Yeah, I, I guess if all goes well the pandemic will I'm hoping wrap up by fall of twenty, twenty one to some that.
Right. So the vaccine is out because of the vaccine. Right. Right, right. So what do Teresa and her husband know that I don't wear. I can't imagine having a real issue and discussion because unless they were selling tickets right now, as soon as a pandemic is, you know what I'm saying?
Like so there could be a waiting list because believe it or not, you and I are not going to be on that list.
No, but there are people who want to go to autres.
But is it prepaid where you have to sign up and prepay for your spring break on Saturn, or can you sign up and then in the meantime, go to Bloomington, Indiana.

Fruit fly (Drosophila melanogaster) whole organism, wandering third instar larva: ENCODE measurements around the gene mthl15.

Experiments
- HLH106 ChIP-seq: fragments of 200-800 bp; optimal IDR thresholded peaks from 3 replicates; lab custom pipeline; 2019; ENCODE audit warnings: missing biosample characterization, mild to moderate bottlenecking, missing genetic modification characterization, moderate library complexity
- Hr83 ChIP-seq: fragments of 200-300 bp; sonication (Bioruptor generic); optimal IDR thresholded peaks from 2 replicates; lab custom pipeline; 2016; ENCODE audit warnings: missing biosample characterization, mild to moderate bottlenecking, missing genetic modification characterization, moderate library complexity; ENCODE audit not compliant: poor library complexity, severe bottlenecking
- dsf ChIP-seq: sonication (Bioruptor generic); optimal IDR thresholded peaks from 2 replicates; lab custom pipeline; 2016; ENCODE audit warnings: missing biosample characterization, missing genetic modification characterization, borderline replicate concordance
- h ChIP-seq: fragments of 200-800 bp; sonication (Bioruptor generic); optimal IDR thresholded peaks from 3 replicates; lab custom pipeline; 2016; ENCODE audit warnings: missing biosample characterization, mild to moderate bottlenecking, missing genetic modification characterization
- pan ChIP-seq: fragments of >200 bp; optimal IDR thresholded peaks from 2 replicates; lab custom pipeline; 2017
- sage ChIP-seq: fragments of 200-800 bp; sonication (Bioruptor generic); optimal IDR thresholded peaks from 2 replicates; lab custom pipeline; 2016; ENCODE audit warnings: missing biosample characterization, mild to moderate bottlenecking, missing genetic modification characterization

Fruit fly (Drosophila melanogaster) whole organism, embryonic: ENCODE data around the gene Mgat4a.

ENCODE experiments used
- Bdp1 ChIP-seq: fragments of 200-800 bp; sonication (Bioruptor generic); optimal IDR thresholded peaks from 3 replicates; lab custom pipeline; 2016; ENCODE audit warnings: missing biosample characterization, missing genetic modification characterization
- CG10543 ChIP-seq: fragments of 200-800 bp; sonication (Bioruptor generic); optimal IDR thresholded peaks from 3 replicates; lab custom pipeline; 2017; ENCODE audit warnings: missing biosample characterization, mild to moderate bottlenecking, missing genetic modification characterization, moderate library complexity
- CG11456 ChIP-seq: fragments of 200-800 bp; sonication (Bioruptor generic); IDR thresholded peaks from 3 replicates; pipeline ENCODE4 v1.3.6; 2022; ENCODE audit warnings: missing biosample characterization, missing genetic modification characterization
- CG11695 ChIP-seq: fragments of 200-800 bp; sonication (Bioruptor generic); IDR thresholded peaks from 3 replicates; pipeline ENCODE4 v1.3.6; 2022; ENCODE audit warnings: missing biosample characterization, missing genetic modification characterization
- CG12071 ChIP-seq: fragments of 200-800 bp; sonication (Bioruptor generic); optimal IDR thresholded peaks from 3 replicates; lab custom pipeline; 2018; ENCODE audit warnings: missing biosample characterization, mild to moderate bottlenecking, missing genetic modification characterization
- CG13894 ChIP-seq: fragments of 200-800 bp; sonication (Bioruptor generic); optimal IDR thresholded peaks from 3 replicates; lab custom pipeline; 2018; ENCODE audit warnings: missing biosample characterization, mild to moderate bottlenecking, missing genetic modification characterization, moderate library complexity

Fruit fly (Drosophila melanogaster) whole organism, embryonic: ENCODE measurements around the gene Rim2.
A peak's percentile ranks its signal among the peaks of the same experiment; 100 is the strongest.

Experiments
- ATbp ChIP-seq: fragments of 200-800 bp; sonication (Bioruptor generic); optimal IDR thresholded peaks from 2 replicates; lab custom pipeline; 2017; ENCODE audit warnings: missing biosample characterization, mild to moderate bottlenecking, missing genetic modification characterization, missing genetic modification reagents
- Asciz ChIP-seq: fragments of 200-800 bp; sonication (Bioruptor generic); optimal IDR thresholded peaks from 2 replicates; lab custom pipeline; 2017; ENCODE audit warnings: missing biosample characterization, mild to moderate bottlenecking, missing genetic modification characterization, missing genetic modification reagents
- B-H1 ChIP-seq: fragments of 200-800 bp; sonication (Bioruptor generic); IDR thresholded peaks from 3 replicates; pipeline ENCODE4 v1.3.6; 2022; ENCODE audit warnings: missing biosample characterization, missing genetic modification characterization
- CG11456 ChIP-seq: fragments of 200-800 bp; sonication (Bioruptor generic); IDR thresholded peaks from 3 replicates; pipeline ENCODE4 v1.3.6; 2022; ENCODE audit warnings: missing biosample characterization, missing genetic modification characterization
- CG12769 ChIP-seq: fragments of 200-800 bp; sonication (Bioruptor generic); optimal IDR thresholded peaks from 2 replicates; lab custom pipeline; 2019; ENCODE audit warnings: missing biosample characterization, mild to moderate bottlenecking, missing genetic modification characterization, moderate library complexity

Go or Buffalo, New York. Buffalo, New York. Come on.
OK, Robin is saying this because I sent her a video of Buffalo, New York. I sent it a couple of weeks ago. And when we got on Zoome today, you told me you just watched it today.
Well, because it's kind of like homework. And I knew I was going to see you. So go. I want to be able to see you and say that I saw it. But but the point being, you're right. You're right. You're right.
So here's what I want to say. You need to figure out, Teresa, if you even want to go to outer space, because if not, your husband could start a little piggy bank with a friend who wants to go to outer space and they can go do that.
And then you can have you don't have to go with him. You can go to Buffalo and Bloomington, all the hot spots with your husband, and then he can go to outer space with a friend. Is that right?